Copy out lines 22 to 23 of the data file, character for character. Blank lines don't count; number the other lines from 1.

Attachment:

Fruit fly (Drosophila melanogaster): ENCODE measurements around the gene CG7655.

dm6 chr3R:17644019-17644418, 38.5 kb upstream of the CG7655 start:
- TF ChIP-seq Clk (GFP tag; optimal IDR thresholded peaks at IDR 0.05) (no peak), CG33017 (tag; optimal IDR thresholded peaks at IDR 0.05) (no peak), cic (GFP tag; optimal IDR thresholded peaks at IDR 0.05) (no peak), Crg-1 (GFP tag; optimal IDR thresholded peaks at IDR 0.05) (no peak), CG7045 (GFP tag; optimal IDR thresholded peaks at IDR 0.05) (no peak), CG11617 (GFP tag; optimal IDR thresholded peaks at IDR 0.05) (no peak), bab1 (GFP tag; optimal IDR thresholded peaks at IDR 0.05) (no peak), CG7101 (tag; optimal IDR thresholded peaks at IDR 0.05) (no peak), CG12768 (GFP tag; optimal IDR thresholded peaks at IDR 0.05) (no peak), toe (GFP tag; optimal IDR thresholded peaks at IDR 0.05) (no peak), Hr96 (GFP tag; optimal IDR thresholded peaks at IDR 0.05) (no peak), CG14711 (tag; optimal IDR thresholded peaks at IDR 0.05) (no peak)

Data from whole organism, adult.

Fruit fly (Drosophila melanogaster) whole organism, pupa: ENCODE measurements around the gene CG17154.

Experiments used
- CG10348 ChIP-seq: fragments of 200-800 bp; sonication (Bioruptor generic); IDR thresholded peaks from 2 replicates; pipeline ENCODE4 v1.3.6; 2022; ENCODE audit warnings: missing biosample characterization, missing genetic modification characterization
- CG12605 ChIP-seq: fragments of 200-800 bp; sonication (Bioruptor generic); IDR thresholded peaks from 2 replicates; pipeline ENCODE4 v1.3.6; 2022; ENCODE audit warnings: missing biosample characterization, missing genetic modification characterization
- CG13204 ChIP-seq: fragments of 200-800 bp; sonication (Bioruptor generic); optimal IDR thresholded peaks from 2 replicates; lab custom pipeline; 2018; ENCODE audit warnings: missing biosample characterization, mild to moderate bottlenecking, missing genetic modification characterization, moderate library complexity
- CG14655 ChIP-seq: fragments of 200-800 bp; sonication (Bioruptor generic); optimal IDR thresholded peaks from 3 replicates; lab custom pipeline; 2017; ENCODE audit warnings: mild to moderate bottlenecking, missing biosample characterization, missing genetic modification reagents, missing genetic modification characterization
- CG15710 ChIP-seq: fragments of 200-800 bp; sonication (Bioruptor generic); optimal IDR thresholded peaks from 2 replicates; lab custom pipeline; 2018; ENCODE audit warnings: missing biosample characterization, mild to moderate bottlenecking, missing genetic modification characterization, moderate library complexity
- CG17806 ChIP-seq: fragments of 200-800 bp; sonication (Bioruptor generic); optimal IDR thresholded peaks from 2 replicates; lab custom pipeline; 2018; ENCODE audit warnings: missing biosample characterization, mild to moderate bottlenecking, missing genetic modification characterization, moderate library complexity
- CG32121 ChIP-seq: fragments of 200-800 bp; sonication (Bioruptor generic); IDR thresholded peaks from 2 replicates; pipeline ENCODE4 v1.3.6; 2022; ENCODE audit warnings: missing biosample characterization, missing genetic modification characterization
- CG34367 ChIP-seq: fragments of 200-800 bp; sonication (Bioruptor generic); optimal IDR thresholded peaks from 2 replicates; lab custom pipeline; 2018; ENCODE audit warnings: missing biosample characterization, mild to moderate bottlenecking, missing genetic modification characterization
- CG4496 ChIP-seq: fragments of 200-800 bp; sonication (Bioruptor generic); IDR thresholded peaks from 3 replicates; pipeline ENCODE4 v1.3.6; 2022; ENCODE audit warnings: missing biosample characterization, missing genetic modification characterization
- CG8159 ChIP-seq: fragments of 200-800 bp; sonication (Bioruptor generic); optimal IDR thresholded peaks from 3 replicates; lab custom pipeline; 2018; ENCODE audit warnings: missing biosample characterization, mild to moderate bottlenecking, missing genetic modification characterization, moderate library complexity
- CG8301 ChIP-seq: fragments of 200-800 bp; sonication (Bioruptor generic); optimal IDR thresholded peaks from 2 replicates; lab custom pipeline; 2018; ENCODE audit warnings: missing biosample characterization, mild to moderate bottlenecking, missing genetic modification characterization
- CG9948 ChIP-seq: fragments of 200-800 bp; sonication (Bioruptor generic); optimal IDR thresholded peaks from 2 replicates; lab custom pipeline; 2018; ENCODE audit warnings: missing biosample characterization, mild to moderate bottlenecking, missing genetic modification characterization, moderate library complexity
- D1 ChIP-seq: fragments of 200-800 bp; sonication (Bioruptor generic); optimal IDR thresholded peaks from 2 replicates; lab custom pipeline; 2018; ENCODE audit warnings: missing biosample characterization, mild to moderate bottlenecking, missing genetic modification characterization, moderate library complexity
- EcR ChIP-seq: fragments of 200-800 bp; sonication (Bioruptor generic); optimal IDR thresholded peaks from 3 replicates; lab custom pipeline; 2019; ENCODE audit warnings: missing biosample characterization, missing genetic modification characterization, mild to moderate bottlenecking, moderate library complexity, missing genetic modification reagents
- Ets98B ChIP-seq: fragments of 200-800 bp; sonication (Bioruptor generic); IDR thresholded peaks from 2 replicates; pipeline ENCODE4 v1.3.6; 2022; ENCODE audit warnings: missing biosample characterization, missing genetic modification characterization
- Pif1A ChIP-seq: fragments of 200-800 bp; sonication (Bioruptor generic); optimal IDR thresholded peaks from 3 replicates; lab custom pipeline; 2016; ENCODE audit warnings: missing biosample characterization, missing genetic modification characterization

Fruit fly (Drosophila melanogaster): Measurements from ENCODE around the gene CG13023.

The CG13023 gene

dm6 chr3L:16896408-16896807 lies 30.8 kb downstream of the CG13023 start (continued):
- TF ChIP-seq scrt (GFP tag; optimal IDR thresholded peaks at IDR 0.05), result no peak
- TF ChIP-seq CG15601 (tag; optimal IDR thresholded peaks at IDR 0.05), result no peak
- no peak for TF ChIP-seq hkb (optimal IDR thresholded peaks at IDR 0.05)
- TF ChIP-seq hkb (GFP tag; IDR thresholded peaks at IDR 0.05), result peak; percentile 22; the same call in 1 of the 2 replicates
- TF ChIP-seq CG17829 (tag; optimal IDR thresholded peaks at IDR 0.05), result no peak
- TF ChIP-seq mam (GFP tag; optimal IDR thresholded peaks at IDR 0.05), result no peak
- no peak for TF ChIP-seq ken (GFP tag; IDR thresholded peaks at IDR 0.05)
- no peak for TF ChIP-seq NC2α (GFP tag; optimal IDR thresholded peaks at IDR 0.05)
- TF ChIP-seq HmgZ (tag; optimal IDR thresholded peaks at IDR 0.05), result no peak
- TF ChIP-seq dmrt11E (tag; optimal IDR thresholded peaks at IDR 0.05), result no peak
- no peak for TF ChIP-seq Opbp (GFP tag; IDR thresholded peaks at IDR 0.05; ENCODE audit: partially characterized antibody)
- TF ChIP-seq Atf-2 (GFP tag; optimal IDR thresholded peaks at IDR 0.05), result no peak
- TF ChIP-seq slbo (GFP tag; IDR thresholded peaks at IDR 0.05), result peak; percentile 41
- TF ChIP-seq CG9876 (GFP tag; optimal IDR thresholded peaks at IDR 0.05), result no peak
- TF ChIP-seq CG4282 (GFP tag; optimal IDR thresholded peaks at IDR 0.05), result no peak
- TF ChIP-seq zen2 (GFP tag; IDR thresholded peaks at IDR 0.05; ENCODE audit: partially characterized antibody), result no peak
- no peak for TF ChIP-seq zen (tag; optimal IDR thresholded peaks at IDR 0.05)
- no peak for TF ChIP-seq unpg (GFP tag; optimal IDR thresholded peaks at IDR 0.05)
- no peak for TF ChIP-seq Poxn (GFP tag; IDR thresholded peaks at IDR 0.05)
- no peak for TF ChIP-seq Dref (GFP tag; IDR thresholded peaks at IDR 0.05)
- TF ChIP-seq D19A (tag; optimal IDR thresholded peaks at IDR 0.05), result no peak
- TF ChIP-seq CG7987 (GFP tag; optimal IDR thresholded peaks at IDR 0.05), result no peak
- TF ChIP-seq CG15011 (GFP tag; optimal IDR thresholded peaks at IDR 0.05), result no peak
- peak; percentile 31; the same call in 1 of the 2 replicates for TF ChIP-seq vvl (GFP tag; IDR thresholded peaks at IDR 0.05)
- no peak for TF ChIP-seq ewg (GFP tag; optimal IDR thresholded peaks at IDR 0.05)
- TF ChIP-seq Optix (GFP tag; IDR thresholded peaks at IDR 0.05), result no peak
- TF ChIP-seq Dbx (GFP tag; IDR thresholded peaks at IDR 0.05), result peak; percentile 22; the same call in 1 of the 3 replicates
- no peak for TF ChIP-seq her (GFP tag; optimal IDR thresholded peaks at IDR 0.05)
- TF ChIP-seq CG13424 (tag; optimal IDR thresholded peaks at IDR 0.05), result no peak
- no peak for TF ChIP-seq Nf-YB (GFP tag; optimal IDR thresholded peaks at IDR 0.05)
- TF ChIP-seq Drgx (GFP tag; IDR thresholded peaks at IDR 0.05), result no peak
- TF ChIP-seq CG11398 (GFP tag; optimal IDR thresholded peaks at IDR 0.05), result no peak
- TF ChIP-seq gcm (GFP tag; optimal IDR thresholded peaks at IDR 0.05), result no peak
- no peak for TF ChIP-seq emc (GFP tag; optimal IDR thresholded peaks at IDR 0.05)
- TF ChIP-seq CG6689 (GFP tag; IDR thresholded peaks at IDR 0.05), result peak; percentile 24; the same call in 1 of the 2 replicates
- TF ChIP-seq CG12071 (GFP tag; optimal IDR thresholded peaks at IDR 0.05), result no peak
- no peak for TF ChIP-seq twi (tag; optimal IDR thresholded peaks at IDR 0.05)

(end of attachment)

- Pif1A ChIP-seq: fragments of 200-800 bp; sonication (Bioruptor generic); optimal IDR thresholded peaks from 3 replicates; lab custom pipeline; 2016; ENCODE audit warnings: missing biosample characterization, missing genetic modification characterization

Fruit fly (Drosophila melanogaster): Measurements from ENCODE around the gene CG13023.